The Athletics are killing it in the run differential department

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If you’re the type who likes to use run differential as a quick and dirty gauge of a team’s talent, you’re probably very impressed with the Athletics thus far. Sunday’s 13-3 victory over the Indians leaves them 3.5 games ahead of the Angels for first place in the AL West. The win also brought their run differential to a staggering +95, putting them on pace for +350 over a full season. Typically, the best teams finish in the +150-200 area.

The Athletics have nine players, minimum 80 plate appearances, with an above-average wRC+ which is a Sabermetric stat that individually weights each of the various components in which a player contributes offensively. 100 is average. Reddick is close to joining the list at 94.

Dan Straily has been the only starter who hasn’t done a good job, posting a 4.93 ERA before his recent demotion to Triple-A Sacramento. Scott Kazmir has been a godsend and Jesse Chavez has been a surprise, seeing as he was an emergency addition to the rotation when Jarrod Parker and A.J. Griffin succumbed to injuries. And Sonny Gray has been as good as he advertised last season. In the bullpen, off-season acquisition Jim Johnson has been the only unreliable contributor.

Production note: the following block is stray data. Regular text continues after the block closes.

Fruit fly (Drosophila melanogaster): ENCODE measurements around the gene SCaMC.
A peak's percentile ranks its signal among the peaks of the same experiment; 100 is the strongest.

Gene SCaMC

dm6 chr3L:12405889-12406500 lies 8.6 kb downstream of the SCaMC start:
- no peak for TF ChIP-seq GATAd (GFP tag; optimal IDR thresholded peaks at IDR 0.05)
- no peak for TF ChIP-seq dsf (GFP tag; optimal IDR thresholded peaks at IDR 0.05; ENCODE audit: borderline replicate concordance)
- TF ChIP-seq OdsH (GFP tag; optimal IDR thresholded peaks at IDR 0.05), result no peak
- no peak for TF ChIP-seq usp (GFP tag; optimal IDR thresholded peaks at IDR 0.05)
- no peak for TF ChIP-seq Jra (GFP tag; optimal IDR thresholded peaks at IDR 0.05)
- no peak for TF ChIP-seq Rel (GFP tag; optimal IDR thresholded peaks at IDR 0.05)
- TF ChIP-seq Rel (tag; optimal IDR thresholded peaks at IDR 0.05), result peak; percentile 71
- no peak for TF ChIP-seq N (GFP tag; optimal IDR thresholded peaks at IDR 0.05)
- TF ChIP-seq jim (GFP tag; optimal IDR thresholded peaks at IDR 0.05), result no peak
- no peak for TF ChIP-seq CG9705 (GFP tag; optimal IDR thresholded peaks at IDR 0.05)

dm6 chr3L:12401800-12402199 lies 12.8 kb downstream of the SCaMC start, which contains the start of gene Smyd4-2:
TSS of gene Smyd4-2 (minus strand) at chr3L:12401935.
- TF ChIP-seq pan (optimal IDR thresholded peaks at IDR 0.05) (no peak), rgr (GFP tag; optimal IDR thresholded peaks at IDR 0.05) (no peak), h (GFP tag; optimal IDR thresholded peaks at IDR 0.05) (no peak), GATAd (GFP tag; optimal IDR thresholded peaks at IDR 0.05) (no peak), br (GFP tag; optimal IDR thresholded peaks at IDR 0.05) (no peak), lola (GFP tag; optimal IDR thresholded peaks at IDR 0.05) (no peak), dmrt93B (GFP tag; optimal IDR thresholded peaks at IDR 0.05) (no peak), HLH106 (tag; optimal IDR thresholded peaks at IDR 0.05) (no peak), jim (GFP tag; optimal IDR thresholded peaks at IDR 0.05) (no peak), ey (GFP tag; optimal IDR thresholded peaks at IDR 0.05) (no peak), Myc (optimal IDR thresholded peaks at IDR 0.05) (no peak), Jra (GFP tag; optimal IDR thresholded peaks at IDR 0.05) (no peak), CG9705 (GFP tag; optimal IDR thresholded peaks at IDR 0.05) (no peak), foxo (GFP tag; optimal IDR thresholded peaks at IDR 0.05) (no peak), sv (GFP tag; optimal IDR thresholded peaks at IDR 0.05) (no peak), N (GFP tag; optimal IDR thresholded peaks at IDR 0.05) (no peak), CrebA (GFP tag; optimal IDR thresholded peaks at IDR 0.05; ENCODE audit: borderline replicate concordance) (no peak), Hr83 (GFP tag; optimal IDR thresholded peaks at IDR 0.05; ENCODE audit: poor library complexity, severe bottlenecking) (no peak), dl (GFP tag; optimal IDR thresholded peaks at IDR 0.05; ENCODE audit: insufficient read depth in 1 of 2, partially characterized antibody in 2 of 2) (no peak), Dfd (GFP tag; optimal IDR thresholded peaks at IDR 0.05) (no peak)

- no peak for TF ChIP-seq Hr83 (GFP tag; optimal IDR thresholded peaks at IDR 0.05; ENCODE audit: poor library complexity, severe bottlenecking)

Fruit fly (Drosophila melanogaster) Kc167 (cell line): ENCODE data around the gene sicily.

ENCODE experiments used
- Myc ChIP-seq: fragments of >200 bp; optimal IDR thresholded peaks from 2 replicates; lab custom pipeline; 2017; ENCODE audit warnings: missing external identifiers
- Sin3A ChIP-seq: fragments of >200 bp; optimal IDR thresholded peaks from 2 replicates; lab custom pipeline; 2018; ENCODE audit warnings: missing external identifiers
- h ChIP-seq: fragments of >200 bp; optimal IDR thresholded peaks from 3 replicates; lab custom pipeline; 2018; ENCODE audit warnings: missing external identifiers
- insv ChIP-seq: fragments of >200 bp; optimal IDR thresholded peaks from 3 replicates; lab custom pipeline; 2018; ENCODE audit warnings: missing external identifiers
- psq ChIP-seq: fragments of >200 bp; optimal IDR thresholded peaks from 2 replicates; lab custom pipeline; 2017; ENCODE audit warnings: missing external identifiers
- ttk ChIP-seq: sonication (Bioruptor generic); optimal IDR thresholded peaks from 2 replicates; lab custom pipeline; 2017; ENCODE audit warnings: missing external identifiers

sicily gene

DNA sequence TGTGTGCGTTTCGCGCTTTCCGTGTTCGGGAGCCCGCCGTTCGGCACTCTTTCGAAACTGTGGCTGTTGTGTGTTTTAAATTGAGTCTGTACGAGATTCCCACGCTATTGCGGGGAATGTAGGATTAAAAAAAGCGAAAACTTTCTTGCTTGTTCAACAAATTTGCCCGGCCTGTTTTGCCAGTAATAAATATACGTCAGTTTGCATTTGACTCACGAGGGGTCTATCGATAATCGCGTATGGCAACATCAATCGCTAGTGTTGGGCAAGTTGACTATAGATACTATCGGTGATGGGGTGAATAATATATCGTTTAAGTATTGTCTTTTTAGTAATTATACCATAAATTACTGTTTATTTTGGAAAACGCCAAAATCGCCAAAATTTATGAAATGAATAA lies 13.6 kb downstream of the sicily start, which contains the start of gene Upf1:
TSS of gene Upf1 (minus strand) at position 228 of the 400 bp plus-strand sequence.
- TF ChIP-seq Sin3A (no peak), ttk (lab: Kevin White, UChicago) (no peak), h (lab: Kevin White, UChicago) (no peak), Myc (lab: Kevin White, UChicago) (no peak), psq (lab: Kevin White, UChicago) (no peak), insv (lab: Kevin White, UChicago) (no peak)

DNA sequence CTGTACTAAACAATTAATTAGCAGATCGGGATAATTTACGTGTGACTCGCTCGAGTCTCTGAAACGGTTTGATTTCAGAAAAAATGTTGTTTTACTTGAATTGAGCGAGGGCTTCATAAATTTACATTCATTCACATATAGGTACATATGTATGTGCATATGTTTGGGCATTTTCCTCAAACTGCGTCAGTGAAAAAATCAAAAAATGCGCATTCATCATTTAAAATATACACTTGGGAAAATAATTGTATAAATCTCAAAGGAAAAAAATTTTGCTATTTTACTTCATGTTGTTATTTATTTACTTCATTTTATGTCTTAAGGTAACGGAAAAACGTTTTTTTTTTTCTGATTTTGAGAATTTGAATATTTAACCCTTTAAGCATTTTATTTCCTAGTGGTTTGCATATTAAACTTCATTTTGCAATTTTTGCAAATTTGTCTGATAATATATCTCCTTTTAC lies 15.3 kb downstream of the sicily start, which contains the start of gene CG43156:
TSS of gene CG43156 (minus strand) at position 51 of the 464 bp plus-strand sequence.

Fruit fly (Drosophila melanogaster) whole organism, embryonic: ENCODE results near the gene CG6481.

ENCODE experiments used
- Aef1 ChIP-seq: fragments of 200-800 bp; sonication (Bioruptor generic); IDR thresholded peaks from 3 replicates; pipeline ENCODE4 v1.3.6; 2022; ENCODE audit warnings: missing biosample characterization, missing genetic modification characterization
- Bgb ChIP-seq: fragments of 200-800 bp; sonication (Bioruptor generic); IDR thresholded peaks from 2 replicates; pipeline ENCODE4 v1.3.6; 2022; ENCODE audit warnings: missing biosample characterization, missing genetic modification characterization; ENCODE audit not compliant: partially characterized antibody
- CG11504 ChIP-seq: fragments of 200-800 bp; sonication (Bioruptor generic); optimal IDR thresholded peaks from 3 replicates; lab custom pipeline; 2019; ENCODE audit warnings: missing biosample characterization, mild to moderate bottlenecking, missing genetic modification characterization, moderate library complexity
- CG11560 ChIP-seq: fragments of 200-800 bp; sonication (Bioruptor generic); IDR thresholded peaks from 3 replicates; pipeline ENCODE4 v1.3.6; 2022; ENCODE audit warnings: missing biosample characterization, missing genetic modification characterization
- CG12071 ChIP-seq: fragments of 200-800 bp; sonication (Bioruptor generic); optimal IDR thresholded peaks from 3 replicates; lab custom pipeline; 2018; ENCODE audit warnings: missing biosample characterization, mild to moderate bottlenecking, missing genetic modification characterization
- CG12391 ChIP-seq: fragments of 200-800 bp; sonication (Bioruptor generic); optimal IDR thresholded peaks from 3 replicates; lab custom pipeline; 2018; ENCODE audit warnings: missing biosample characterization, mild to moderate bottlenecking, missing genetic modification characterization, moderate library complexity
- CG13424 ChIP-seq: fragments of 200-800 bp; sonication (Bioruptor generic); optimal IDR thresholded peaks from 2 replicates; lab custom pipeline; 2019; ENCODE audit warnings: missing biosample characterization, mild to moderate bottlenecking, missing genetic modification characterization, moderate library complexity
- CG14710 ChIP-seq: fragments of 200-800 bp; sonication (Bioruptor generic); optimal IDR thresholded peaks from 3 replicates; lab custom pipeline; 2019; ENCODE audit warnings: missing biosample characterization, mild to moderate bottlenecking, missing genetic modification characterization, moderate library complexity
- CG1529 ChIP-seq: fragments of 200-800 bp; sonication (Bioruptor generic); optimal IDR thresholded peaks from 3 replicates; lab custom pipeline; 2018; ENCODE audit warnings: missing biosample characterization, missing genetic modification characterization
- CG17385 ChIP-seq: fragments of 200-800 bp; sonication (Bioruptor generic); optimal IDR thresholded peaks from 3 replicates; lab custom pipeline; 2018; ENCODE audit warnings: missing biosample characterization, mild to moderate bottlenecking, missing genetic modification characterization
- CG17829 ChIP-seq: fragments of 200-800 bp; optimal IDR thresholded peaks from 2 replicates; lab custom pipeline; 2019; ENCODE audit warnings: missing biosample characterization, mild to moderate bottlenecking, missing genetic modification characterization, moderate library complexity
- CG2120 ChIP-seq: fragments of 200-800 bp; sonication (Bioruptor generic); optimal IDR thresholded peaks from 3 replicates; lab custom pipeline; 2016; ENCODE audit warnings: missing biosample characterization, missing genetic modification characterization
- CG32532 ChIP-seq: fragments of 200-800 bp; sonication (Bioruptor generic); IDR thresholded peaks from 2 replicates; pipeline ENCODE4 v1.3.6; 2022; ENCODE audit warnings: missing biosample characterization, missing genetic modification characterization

Many are gawking at the Tigers and they’re not wrong for doing so, but the Athletics are looking like the American League’s best team, at least at this point in the season. The Tigers are the second-best team in baseball in terms of run differential, but they’re a whopping 44 runs behind the Athletics. It’s only fitting that the Athletics and the Tigers are the class of the American League at this point, though, as they were foes in last year’s ALDS, with the Tigers narrowly escaping the five-game set.

Javier Baez, D.J. LeMahieu have disagreement about sign-stealing

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Fellow second basemen Javier Baez of the Cubs and D.J. LeMahieu of the Rockies got into a disagreement in the top of the third inning of Sunday’s game at Coors Field over sign-stealing.

LeMahieu reached on a fielder’s choice ground out, then advanced to second base on Charlie Blackmon‘s single. While Nolan Arenado and Trevor Story were batting, Baez was concerned that LeMahieu was relaying the Cubs’ signs to his teammates. Baez decided to stand in front of LeMahieu to block any information he might have been giving to Arenado and Story. LeMahieu got irritated and the two jawed at each other for a bit. Umpires Vic Carapazza and Greg Gibson had to intervene to tell Baez to knock it off.

There has always been a back-and-forth with alleged sign-stealing. As long as teams aren’t using technology to steal signs, it’s fair game for players to relay information to their teammates about the opposing team’s signs. Last year, MLB determined the Red Sox went against the rules and used technology — an Apple watch in this case — to steal signs from the Yankees. Other teams in the past have been accused of using binoculars from the bullpen to steal signs. In this particular case with Baez and LeMahieu, there was no foul play going on, just Baez trying to make the Rockies cede what he perceived to be their slight competitive advantage.

The Cubs went on to beat the Rockies 9-7 on Sunday.